As Von Maltzhan explains, Marvell’s work was often in debate with other poets as well as political figures and his own past works. Murray draws connections between Marvell’s earlier lyrics to poetry he respected and tried to emulate, such as Abraham Cowley’s The Mistress (1647), William Davenant’s Gondibert (1651) and Milton’s Lycidas. In the satires of the 1670s, his engagement with other published works still places him in the reader’s view as an equal of publicly known poets, and creates the same self-conscious intertextuality. Marvell’s use of allusion is more antagonistic in these later satirical works, however, such as his ‘painter’ poetry’s mocking appropriation of Waller’s dramatically heightened tenor in Instructions to a Painter (1665). The same sails that swelled with the duke’s ‘extraction’ and ‘glorious mind’ in Waller’s naval scenes are ‘Swoln like [Coventry’s] purse, with tackling like its strings’, implying the statesman’s greed, in those of Marvell’s ‘Second Advice to a Painter’. As well as applying Waller’s heroic tone to poetry that directly contradicted his portrayal of the Second Anglo-Dutch War, Marvell mentions him by name in The Last Instructions to a Painter:
‘Old Waller, Trumpet-gen’rall, swore he’d write
This combat truer than the navall fight.’ (263-4)
Waller was ‘widely criticized as a political turncoat’, according to Lord, so this rhyming couplet evaluating him is evidence of Marvell purposefully interacting with public consensus in this poem, and perhaps of him trying to influence it. The description of him as a ‘trumpet-gen’rall’ may be implied criticism of Waller’s position celebrating war through his published art but not actually participating in it.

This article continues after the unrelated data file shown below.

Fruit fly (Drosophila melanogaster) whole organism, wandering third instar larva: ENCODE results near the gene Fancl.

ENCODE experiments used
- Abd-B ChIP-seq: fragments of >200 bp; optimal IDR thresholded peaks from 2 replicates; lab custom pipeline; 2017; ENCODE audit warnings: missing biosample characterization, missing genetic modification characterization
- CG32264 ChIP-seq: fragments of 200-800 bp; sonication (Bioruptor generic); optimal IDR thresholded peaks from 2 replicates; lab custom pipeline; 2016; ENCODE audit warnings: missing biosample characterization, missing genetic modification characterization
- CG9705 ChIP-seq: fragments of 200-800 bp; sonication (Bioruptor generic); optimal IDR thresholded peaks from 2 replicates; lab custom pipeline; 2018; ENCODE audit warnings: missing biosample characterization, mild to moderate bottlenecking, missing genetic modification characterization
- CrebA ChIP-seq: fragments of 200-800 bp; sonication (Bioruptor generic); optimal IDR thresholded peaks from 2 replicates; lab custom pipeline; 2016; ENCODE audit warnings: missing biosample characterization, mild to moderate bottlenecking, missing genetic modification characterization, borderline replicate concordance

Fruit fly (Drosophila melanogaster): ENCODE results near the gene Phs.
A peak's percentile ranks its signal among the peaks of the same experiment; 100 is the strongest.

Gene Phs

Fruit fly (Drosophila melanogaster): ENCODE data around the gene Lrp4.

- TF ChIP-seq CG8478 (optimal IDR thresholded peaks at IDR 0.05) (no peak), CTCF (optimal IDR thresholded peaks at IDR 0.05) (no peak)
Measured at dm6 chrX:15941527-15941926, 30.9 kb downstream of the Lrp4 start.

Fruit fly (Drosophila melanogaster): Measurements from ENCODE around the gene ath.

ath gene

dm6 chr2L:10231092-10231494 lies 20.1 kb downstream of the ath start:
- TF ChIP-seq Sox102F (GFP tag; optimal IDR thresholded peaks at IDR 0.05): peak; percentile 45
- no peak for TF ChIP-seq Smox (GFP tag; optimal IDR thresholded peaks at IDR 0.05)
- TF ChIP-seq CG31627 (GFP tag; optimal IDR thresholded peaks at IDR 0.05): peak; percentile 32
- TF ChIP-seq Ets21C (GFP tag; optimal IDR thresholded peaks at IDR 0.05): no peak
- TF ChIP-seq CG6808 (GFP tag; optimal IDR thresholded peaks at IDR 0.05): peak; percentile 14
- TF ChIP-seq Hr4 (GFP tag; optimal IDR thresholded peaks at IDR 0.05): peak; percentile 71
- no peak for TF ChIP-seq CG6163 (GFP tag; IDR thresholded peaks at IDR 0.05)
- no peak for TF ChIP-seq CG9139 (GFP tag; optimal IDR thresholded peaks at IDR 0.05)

In both the poems ‘The Garden’ and ‘To His Coy Mistress’, Marvell approaches social taboos around sexuality rather than political views of battles, and demonstrates the futility of the pursuit of heterosexual love in the face of encroaching time and mortality. ‘The Garden’ uses nature as a comparison, and invokes the Greek gods to do so:
‘Apollo hunted Daphne so,
Only that she might laurel grow.
And Pan did after Syrinx speed,
Not as a Nymph, but for a Reed.’ (29-32)
These classical allusions posit conventional sexuality as superficial or ephemeral in contrast to the natural world, as even gods themselves, ‘that mortal beauty chase’, end their races with nothing but a tree. Marvell is reclaiming public myth for the purpose of criticizing conventional wisdom about courtly, unrequited love. In ‘To His Coy Mistress’, Marvell echoes Abraham Cowley through an idealized image of how he could spend eternity in courtly worship of his mistress’ beauty:
‘A hundred years should go to praise
Thine eyes and on thy forehead gaze
Two hundred to adore each breast:
But thirty thousand to the rest.’ (13-16)
These lines directly echo Cowley’s ‘My Dyet’ (published in 1647), where Cowley lists scenarios like ‘On a sigh of pity I a year can live’ and ‘Fifty a gentle look will give’. Marvell then subverts this fantasy of assigning hyperbolic worth to a woman’s attributes or actions, and therefore challenges older published poetry, with the mention of their mortality:
‘(…) then worms shall try
That long-preserv’d virginity:
And your quaint honour turn to dust;
And into ashes all my lust.’ (27-30)
Although the anaphora of ‘And’ may evoke the list format of his imagined centuries of worship, the image of a worm turning her ‘long-preserv’d virginity’ to ‘dust’ is a shocking one. The lover has described not only a bodily violation of his mistress, but also a negation of the specific value of an unmarried woman in society: her chasteness, and therefore her potential to be legitimately wed. The numerical value that he and Cowley had previously conferred in years is subverted by this destruction of the monetary implications that would be associated with virginity, like a dowry. This use of intertextuality weakens an established poetic image with the morbid idea of heterosexual pursuit turning to ‘ashes’ in the grave.